Figure 2. Overcoming the challenges of manufacturing personal cell-based therapies.

Contamination control

When discussing cell therapies – or any biological medicines – the potential for contamination is always a concern. For PCBTs, contamination could come from the improper handling of cells during splitting, seeding and changing media – or from any mistake during processing. Cells are very sensitive and you can never be too careful. As it is not possible to sterilize the output of a cell manufacturing process in ways similar to other medical devices, comprehensive cleaning and handling protocols are required to minimize the risk of contamination. Furthermore, in-depth quality control tests must be performed to verify that no contamination occurred. Whatever the cause of contamination, the most important consequence is that the batch will be a loss. In most cases, a lost batch of a biological drug means lost profits, but the consequences are far worse for PCBTs because production is not easy to restart because of the length of time required; in many cases, the patients receiving PCBTs are very sick and cannot afford to wait or restart a process.

Personalized cell-based therapies are an exciting alternative to small molecule drugs and biologics.

Behzad Mahdavi, is VP of Strategic Innovation & Alliances, and Uwe Gottschalks is Chief Technology Officer at Lonza. Nuala Trainor is Director of Biological Programs, and Tim Smith is Chief Executive Officer at Octane Biotech.

To reduce contamination risk, cell manipulation and culture process should be conducted in a fully pre-steriled closed system. When the tissue biopsy or cells are collected from the donor at the clinic, they should be introduced via the hood into the clean system. All subsequent steps of manufacture then take place within the closed system, with one closed-system cell manipulation unit being used for each patient to help eliminate cross-contamination. When dealing with any kind of cell therapy – or any donor biological material – it is standard practice to keep all samples isolated from one another. This actually becomes far more complicated than you might naturally assume when you are in a commercial setting because you could be dealing with more than 10,000 patients per year. When you have that many batches, human error can happen more frequently, particularly if you are managing samples that are not produced in single-use technologies. We also recommend using patient-specific reagents for each cell culture unit, which can be achieved economically and automatically with single-use cell culture units and fluid-contacting components available as a pre-sterilized system that can perform all processing events. Such systems reduce the risk of patient-to-patient contamination to zero – and also avoid validation of cleaning processes for non-disposable equipment (and the associated cleaning costs). With disposable cell culture units, each disposable component can be tagged to a specific patient, which aids in traceability and secures the logistic chain.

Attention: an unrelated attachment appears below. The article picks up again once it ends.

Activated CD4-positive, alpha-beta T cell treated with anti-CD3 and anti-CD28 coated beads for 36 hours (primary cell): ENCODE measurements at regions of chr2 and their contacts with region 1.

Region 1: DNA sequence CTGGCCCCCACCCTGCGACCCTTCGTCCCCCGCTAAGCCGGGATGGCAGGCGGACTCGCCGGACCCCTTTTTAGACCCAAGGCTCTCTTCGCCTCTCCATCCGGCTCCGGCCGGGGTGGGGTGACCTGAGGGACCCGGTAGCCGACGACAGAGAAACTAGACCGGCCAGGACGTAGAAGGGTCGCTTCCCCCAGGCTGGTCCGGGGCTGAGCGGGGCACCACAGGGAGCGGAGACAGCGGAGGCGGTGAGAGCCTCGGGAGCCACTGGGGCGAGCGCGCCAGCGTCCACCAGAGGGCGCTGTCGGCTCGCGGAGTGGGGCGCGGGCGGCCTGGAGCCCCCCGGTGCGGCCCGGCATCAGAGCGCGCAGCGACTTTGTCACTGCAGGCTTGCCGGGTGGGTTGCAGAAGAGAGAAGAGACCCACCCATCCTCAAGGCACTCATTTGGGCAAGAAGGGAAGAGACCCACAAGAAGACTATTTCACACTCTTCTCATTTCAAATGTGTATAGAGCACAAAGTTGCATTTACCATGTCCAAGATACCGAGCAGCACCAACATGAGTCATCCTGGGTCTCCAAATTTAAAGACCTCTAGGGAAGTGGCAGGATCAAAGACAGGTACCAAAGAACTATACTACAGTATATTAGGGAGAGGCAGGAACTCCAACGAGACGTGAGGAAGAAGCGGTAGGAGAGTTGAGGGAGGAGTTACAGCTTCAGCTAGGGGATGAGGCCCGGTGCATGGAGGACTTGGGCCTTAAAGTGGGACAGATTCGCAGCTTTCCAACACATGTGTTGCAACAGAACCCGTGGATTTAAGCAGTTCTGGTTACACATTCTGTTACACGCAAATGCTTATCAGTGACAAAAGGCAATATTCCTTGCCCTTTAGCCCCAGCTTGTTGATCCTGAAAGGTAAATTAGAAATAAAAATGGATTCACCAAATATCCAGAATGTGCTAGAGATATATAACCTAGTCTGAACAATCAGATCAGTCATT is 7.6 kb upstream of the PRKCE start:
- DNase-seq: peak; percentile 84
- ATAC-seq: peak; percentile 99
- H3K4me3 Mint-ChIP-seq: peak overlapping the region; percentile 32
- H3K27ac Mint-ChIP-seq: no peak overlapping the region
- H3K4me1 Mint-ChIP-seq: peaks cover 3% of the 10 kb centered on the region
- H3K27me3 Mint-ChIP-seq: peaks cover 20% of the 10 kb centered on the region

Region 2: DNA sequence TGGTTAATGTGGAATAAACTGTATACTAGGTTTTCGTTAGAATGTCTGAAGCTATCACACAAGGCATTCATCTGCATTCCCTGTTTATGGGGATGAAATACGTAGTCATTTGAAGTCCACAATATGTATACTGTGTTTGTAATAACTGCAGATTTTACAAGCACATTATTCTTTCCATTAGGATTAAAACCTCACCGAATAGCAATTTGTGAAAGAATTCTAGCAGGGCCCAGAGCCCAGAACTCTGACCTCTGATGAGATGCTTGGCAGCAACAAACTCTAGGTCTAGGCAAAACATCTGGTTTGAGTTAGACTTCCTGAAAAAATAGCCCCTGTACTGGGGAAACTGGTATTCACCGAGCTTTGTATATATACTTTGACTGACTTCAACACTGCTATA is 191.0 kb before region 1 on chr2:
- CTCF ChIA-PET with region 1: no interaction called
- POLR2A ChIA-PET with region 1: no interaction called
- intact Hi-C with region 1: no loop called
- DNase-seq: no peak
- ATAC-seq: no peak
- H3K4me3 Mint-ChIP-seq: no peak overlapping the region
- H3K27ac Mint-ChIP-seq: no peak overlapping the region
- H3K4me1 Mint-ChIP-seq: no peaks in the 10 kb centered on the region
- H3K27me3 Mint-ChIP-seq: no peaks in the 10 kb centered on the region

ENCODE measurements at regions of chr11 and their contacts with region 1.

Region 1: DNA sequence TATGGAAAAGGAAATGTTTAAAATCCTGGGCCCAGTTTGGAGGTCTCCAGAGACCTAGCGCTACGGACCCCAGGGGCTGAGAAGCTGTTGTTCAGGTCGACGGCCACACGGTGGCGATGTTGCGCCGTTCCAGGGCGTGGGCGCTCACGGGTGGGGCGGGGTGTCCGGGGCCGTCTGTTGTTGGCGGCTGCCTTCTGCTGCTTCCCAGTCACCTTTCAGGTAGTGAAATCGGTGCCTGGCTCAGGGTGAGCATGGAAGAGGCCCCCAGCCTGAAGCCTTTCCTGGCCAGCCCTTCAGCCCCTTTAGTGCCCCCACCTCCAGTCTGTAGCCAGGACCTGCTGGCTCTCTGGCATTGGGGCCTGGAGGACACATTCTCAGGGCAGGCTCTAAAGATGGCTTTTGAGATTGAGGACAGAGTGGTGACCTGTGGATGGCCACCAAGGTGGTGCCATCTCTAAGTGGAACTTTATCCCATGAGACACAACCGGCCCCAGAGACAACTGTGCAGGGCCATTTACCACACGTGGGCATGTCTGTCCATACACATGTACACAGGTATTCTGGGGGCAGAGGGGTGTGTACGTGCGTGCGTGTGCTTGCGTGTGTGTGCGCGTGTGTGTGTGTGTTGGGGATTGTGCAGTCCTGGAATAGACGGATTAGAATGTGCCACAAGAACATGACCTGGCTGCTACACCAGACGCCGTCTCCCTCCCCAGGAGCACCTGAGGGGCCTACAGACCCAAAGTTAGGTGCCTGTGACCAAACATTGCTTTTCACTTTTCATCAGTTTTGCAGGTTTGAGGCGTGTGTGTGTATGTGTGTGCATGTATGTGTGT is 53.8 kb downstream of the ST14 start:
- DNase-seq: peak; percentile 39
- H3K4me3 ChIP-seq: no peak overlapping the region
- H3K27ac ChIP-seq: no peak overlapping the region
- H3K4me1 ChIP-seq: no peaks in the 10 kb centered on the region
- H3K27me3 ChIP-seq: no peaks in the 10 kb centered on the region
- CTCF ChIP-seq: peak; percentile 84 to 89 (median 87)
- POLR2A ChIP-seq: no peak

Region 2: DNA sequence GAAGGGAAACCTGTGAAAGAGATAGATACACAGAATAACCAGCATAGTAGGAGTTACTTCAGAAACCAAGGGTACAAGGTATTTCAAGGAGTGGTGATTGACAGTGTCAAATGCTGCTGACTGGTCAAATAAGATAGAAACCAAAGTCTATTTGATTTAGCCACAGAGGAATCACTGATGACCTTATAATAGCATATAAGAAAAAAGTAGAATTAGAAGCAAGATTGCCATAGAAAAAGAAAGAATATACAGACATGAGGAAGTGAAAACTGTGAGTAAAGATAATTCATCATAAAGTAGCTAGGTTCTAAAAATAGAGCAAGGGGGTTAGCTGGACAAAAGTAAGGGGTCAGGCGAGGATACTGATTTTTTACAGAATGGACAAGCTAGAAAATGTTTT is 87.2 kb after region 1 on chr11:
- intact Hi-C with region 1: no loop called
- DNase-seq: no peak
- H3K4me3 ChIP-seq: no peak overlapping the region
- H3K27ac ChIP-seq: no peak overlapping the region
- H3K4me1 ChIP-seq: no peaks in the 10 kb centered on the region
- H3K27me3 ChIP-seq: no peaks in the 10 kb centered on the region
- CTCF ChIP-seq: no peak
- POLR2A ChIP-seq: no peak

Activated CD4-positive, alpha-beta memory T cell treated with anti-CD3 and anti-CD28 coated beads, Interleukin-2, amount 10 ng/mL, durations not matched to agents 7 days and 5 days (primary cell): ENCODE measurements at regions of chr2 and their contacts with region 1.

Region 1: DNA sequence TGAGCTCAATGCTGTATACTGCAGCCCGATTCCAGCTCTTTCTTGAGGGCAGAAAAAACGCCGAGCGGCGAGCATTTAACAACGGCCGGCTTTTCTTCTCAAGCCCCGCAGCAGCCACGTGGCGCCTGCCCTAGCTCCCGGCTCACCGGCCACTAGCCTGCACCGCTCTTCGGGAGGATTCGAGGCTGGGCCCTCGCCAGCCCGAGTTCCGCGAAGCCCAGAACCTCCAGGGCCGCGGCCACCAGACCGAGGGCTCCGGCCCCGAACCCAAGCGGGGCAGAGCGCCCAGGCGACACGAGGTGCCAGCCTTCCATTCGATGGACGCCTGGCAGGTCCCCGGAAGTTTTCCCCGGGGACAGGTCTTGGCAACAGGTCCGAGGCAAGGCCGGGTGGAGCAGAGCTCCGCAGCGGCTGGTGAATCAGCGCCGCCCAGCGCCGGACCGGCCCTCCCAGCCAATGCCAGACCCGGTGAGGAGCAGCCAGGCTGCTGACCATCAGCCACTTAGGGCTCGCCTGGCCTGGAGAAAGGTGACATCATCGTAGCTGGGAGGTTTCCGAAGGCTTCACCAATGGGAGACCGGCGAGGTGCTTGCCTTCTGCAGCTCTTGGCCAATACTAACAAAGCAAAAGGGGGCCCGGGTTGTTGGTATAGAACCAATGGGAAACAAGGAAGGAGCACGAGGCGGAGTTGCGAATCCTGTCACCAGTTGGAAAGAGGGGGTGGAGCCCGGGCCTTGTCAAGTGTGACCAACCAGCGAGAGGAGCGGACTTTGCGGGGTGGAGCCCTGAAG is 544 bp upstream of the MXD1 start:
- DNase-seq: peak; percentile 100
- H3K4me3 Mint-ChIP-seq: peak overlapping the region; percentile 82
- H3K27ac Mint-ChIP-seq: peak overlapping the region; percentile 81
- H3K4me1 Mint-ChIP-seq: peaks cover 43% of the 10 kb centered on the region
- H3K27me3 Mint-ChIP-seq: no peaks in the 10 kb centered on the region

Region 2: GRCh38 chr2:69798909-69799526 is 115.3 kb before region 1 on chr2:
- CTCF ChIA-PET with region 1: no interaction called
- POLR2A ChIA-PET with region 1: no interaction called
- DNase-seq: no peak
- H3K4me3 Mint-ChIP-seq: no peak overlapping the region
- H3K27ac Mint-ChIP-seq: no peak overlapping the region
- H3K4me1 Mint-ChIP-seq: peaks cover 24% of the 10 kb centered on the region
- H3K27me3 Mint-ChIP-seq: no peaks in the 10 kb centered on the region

Despite best efforts across the industry, most of the current platforms and solutions for the manufacture of PCBTs don’t fulfill all the necessary requirements. New technologies, however, are emerging that will enable manufacturers to build safer, more efficient, processes that overcome some of the manufacturing challenges, providing that the manufacturer has a good knowledge of critical process controls. This type of approach can also fit with both centralized and decentralized production models, in the sense that manufacturing production can be centralized in one manufacturing plant in an efficient and economical way, with the products shipped to different point of the care facilities. Or you can use a decentralized model where different smaller manufacturing units are used at the point of care.

Top Tips for Commercial Cell-Therapy Manufacture

  • Systems should be automated and space efficient.
  • Employ automation systems in the early stages of new therapeutic development to facilitate scale out later on.
  • Systems should be flexible and capable of being customized to suit the process; you shouldn’t modify your process to fit to systems.
  • Each batch should use a personalized bioreactor.
  • Single-use technology solves cleaning validation issues and reduces risk.
  • All pathways and fluid circulation should take place in a closed system.
  • Use intelligent software and reactive biofeedback to boost automation and to accommodate for natural variations in the starting patient’s cell.
  • Automated processing should be able to generate comprehensive electronic batch records that can be merged with production management software.

Despite the challenges posed, personalized cell-based therapies are an exciting alternative to small molecule and biologics – and really could be the future of medicine. The (bio)pharma industry’s perspective on regenerative medicine is maturing and shifting from the cautious role of the observer and venture-capitalist to a more focused approach with active research and clinical development teams. In particular, the industry has seen impressive early clinical results from chimeric antigen receptors (produced by genetically engineering T cells to produce receptors that allow T cells to recognize antigens on tumor cells), which is exciting and also fueling interest. The demand for such therapies could be extraordinary and hopefully new game-changing technologies will help to complete the missing piece of the puzzle for a successful commercial PBCT to meet clinical demand and demonstrate rigorous efficacy.

Manufacturers must learn how to grow cells on a commercial-scale for each patient in a cost effective way, while meeting ever-evolving regulatory and quality requirements. Examining manufacturing strategies and closely evaluating the latest technology is the only way to transform promising products into commercially successful – and affordable – medicines of the future.

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About the Authors
Behzad Mahdavi

VP of Strategic Innovation & Alliance. Uwe Gottschalks, Chief Technology Officer both at Lonza

Uwe Gottschalks

Chief Technology Officer both at Lonza

Nuala Trainor

Director of Biological Progams

Tim Smith

CEO at Octance Biotech